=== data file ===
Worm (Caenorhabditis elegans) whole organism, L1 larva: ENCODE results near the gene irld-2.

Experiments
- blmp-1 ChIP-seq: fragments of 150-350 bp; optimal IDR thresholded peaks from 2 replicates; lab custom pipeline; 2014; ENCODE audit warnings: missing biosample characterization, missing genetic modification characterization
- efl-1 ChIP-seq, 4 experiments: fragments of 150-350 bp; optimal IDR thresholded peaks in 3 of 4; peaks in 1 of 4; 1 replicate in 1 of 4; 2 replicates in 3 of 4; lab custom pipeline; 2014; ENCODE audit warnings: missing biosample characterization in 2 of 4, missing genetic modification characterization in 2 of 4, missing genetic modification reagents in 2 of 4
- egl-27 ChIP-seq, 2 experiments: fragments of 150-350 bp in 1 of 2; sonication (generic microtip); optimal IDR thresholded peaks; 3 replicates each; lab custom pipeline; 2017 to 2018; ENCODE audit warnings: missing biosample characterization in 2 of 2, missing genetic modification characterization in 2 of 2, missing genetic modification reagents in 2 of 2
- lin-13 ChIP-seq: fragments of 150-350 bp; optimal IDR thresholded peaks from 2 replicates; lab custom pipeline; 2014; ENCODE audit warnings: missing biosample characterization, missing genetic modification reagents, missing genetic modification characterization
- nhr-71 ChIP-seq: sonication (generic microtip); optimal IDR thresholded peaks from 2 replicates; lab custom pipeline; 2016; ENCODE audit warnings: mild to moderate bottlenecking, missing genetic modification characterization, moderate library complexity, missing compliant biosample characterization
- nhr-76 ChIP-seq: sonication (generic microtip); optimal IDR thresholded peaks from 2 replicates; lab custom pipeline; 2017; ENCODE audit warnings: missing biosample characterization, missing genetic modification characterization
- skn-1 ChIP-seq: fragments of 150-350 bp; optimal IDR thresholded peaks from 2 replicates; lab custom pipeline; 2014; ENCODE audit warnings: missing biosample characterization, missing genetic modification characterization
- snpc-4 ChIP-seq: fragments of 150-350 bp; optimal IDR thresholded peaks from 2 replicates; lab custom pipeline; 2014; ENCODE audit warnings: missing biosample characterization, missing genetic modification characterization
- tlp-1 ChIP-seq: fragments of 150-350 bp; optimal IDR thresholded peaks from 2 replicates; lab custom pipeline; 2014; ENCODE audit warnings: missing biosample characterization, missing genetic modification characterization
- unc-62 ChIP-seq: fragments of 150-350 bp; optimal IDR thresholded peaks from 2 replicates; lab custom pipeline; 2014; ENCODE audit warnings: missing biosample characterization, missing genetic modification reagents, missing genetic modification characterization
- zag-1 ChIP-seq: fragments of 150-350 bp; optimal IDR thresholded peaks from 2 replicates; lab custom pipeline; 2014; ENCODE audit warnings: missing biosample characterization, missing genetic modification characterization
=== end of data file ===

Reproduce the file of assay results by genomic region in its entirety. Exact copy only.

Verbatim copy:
Worm (Caenorhabditis elegans) whole organism, L1 larva: ENCODE results near the gene irld-2.

Experiments
- blmp-1 ChIP-seq: fragments of 150-350 bp; optimal IDR thresholded peaks from 2 replicates; lab custom pipeline; 2014; ENCODE audit warnings: missing biosample characterization, missing genetic modification characterization
- efl-1 ChIP-seq, 4 experiments: fragments of 150-350 bp; optimal IDR thresholded peaks in 3 of 4; peaks in 1 of 4; 1 replicate in 1 of 4; 2 replicates in 3 of 4; lab custom pipeline; 2014; ENCODE audit warnings: missing biosample characterization in 2 of 4, missing genetic modification characterization in 2 of 4, missing genetic modification reagents in 2 of 4
- egl-27 ChIP-seq, 2 experiments: fragments of 150-350 bp in 1 of 2; sonication (generic microtip); optimal IDR thresholded peaks; 3 replicates each; lab custom pipeline; 2017 to 2018; ENCODE audit warnings: missing biosample characterization in 2 of 2, missing genetic modification characterization in 2 of 2, missing genetic modification reagents in 2 of 2
- lin-13 ChIP-seq: fragments of 150-350 bp; optimal IDR thresholded peaks from 2 replicates; lab custom pipeline; 2014; ENCODE audit warnings: missing biosample characterization, missing genetic modification reagents, missing genetic modification characterization
- nhr-71 ChIP-seq: sonication (generic microtip); optimal IDR thresholded peaks from 2 replicates; lab custom pipeline; 2016; ENCODE audit warnings: mild to moderate bottlenecking, missing genetic modification characterization, moderate library complexity, missing compliant biosample characterization
- nhr-76 ChIP-seq: sonication (generic microtip); optimal IDR thresholded peaks from 2 replicates; lab custom pipeline; 2017; ENCODE audit warnings: missing biosample characterization, missing genetic modification characterization
- skn-1 ChIP-seq: fragments of 150-350 bp; optimal IDR thresholded peaks from 2 replicates; lab custom pipeline; 2014; ENCODE audit warnings: missing biosample characterization, missing genetic modification characterization
- snpc-4 ChIP-seq: fragments of 150-350 bp; optimal IDR thresholded peaks from 2 replicates; lab custom pipeline; 2014; ENCODE audit warnings: missing biosample characterization, missing genetic modification characterization
- tlp-1 ChIP-seq: fragments of 150-350 bp; optimal IDR thresholded peaks from 2 replicates; lab custom pipeline; 2014; ENCODE audit warnings: missing biosample characterization, missing genetic modification characterization
- unc-62 ChIP-seq: fragments of 150-350 bp; optimal IDR thresholded peaks from 2 replicates; lab custom pipeline; 2014; ENCODE audit warnings: missing biosample characterization, missing genetic modification reagents, missing genetic modification characterization
- zag-1 ChIP-seq: fragments of 150-350 bp; optimal IDR thresholded peaks from 2 replicates; lab custom pipeline; 2014; ENCODE audit warnings: missing biosample characterization, missing genetic modification characterization